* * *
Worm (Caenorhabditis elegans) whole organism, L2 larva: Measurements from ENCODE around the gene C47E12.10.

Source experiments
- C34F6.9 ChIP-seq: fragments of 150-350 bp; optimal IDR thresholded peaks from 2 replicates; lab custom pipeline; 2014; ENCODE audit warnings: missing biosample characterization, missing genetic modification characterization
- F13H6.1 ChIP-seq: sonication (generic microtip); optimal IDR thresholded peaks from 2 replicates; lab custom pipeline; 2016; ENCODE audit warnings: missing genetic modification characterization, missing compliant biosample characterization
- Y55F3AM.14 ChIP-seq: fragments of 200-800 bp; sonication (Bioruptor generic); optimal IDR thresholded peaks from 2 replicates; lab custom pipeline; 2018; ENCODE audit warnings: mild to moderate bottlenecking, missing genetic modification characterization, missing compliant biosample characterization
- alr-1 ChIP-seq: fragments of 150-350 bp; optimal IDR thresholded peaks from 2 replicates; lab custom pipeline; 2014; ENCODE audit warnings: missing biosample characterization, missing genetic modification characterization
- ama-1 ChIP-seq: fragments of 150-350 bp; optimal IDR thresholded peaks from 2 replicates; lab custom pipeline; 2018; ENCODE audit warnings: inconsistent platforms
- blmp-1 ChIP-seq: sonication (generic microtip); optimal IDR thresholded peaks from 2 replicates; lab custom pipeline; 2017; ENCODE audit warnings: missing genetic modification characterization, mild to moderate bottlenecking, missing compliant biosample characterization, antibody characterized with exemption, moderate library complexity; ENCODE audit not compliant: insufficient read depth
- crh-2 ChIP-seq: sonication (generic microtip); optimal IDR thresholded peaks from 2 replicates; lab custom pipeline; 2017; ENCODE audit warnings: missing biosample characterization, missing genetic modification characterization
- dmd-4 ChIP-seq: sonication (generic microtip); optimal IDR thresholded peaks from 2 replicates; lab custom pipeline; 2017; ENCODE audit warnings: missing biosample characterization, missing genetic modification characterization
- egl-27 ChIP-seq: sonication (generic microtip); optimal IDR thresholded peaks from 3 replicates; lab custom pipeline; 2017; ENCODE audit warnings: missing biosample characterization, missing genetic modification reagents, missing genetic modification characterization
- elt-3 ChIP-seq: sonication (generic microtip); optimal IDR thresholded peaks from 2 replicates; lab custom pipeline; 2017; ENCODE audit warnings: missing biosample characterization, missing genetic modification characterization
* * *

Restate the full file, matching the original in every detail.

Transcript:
Worm (Caenorhabditis elegans) whole organism, L2 larva: Measurements from ENCODE around the gene C47E12.10.

Source experiments
- C34F6.9 ChIP-seq: fragments of 150-350 bp; optimal IDR thresholded peaks from 2 replicates; lab custom pipeline; 2014; ENCODE audit warnings: missing biosample characterization, missing genetic modification characterization
- F13H6.1 ChIP-seq: sonication (generic microtip); optimal IDR thresholded peaks from 2 replicates; lab custom pipeline; 2016; ENCODE audit warnings: missing genetic modification characterization, missing compliant biosample characterization
- Y55F3AM.14 ChIP-seq: fragments of 200-800 bp; sonication (Bioruptor generic); optimal IDR thresholded peaks from 2 replicates; lab custom pipeline; 2018; ENCODE audit warnings: mild to moderate bottlenecking, missing genetic modification characterization, missing compliant biosample characterization
- alr-1 ChIP-seq: fragments of 150-350 bp; optimal IDR thresholded peaks from 2 replicates; lab custom pipeline; 2014; ENCODE audit warnings: missing biosample characterization, missing genetic modification characterization
- ama-1 ChIP-seq: fragments of 150-350 bp; optimal IDR thresholded peaks from 2 replicates; lab custom pipeline; 2018; ENCODE audit warnings: inconsistent platforms
- blmp-1 ChIP-seq: sonication (generic microtip); optimal IDR thresholded peaks from 2 replicates; lab custom pipeline; 2017; ENCODE audit warnings: missing genetic modification characterization, mild to moderate bottlenecking, missing compliant biosample characterization, antibody characterized with exemption, moderate library complexity; ENCODE audit not compliant: insufficient read depth
- crh-2 ChIP-seq: sonication (generic microtip); optimal IDR thresholded peaks from 2 replicates; lab custom pipeline; 2017; ENCODE audit warnings: missing biosample characterization, missing genetic modification characterization
- dmd-4 ChIP-seq: sonication (generic microtip); optimal IDR thresholded peaks from 2 replicates; lab custom pipeline; 2017; ENCODE audit warnings: missing biosample characterization, missing genetic modification characterization
- egl-27 ChIP-seq: sonication (generic microtip); optimal IDR thresholded peaks from 3 replicates; lab custom pipeline; 2017; ENCODE audit warnings: missing biosample characterization, missing genetic modification reagents, missing genetic modification characterization
- elt-3 ChIP-seq: sonication (generic microtip); optimal IDR thresholded peaks from 2 replicates; lab custom pipeline; 2017; ENCODE audit warnings: missing biosample characterization, missing genetic modification characterization